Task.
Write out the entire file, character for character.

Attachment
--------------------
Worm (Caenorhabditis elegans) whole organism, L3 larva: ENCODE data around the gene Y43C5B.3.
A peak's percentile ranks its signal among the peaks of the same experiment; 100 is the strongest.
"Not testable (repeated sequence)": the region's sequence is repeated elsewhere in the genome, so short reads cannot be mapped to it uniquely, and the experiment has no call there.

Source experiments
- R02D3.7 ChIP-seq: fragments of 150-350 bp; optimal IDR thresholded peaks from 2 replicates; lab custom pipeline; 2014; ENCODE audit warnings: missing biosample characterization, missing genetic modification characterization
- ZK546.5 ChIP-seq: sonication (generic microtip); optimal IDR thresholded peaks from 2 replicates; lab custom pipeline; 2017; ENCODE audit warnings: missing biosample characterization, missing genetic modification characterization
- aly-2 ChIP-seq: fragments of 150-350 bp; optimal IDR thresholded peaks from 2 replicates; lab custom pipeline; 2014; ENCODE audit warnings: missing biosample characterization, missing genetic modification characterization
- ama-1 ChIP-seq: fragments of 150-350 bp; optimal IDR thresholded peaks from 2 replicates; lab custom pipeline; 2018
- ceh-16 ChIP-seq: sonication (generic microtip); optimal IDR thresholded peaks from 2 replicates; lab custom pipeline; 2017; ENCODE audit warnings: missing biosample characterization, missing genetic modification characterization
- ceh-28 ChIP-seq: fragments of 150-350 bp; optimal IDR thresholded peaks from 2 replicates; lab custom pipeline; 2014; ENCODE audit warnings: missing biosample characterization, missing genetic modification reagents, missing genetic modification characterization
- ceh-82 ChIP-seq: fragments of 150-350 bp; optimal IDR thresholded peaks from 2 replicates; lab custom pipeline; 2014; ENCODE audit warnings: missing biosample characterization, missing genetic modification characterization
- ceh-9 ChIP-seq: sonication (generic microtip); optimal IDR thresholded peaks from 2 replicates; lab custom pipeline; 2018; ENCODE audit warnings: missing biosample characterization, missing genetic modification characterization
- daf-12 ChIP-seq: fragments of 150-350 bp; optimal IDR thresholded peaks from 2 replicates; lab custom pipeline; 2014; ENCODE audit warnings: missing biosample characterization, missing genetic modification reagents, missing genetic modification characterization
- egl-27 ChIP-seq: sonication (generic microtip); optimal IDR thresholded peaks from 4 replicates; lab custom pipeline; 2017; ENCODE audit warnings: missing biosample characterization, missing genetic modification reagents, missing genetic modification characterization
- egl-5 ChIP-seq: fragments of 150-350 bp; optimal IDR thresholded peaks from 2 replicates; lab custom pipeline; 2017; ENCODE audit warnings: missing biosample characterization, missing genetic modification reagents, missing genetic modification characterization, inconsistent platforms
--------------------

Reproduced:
Worm (Caenorhabditis elegans) whole organism, L3 larva: ENCODE data around the gene Y43C5B.3.
A peak's percentile ranks its signal among the peaks of the same experiment; 100 is the strongest.
"Not testable (repeated sequence)": the region's sequence is repeated elsewhere in the genome, so short reads cannot be mapped to it uniquely, and the experiment has no call there.

Source experiments
- R02D3.7 ChIP-seq: fragments of 150-350 bp; optimal IDR thresholded peaks from 2 replicates; lab custom pipeline; 2014; ENCODE audit warnings: missing biosample characterization, missing genetic modification characterization
- ZK546.5 ChIP-seq: sonication (generic microtip); optimal IDR thresholded peaks from 2 replicates; lab custom pipeline; 2017; ENCODE audit warnings: missing biosample characterization, missing genetic modification characterization
- aly-2 ChIP-seq: fragments of 150-350 bp; optimal IDR thresholded peaks from 2 replicates; lab custom pipeline; 2014; ENCODE audit warnings: missing biosample characterization, missing genetic modification characterization
- ama-1 ChIP-seq: fragments of 150-350 bp; optimal IDR thresholded peaks from 2 replicates; lab custom pipeline; 2018
- ceh-16 ChIP-seq: sonication (generic microtip); optimal IDR thresholded peaks from 2 replicates; lab custom pipeline; 2017; ENCODE audit warnings: missing biosample characterization, missing genetic modification characterization
- ceh-28 ChIP-seq: fragments of 150-350 bp; optimal IDR thresholded peaks from 2 replicates; lab custom pipeline; 2014; ENCODE audit warnings: missing biosample characterization, missing genetic modification reagents, missing genetic modification characterization
- ceh-82 ChIP-seq: fragments of 150-350 bp; optimal IDR thresholded peaks from 2 replicates; lab custom pipeline; 2014; ENCODE audit warnings: missing biosample characterization, missing genetic modification characterization
- ceh-9 ChIP-seq: sonication (generic microtip); optimal IDR thresholded peaks from 2 replicates; lab custom pipeline; 2018; ENCODE audit warnings: missing biosample characterization, missing genetic modification characterization
- daf-12 ChIP-seq: fragments of 150-350 bp; optimal IDR thresholded peaks from 2 replicates; lab custom pipeline; 2014; ENCODE audit warnings: missing biosample characterization, missing genetic modification reagents, missing genetic modification characterization
- egl-27 ChIP-seq: sonication (generic microtip); optimal IDR thresholded peaks from 4 replicates; lab custom pipeline; 2017; ENCODE audit warnings: missing biosample characterization, missing genetic modification reagents, missing genetic modification characterization
- egl-5 ChIP-seq: fragments of 150-350 bp; optimal IDR thresholded peaks from 2 replicates; lab custom pipeline; 2017; ENCODE audit warnings: missing biosample characterization, missing genetic modification reagents, missing genetic modification characterization, inconsistent platforms